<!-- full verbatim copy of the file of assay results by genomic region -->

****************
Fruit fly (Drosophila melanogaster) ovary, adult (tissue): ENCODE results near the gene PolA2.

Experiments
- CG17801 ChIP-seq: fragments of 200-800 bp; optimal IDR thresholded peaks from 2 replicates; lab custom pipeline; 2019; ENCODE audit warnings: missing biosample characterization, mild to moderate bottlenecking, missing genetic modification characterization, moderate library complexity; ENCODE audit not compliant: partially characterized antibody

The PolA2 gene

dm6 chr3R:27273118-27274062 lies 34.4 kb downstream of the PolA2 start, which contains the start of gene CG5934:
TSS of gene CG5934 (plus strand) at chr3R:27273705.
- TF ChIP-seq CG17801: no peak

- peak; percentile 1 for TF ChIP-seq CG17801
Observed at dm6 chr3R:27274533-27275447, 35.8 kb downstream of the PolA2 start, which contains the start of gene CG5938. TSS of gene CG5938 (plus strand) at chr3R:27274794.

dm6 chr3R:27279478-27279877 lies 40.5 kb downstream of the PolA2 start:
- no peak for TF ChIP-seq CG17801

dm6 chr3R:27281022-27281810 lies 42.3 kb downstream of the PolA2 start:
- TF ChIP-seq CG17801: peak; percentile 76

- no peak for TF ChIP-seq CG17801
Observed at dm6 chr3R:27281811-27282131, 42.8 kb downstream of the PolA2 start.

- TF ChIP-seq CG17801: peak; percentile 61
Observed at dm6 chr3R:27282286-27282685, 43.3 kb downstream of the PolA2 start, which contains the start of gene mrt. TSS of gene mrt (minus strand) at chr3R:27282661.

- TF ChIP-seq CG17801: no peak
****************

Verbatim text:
Fruit fly (Drosophila melanogaster) ovary, adult (tissue): ENCODE results near the gene PolA2.

Experiments
- CG17801 ChIP-seq: fragments of 200-800 bp; optimal IDR thresholded peaks from 2 replicates; lab custom pipeline; 2019; ENCODE audit warnings: missing biosample characterization, mild to moderate bottlenecking, missing genetic modification characterization, moderate library complexity; ENCODE audit not compliant: partially characterized antibody

The PolA2 gene

dm6 chr3R:27273118-27274062 lies 34.4 kb downstream of the PolA2 start, which contains the start of gene CG5934:
TSS of gene CG5934 (plus strand) at chr3R:27273705.
- TF ChIP-seq CG17801: no peak

- peak; percentile 1 for TF ChIP-seq CG17801
Observed at dm6 chr3R:27274533-27275447, 35.8 kb downstream of the PolA2 start, which contains the start of gene CG5938. TSS of gene CG5938 (plus strand) at chr3R:27274794.

dm6 chr3R:27279478-27279877 lies 40.5 kb downstream of the PolA2 start:
- no peak for TF ChIP-seq CG17801

dm6 chr3R:27281022-27281810 lies 42.3 kb downstream of the PolA2 start:
- TF ChIP-seq CG17801: peak; percentile 76

- no peak for TF ChIP-seq CG17801
Observed at dm6 chr3R:27281811-27282131, 42.8 kb downstream of the PolA2 start.

- TF ChIP-seq CG17801: peak; percentile 61
Observed at dm6 chr3R:27282286-27282685, 43.3 kb downstream of the PolA2 start, which contains the start of gene mrt. TSS of gene mrt (minus strand) at chr3R:27282661.

- TF ChIP-seq CG17801: no peak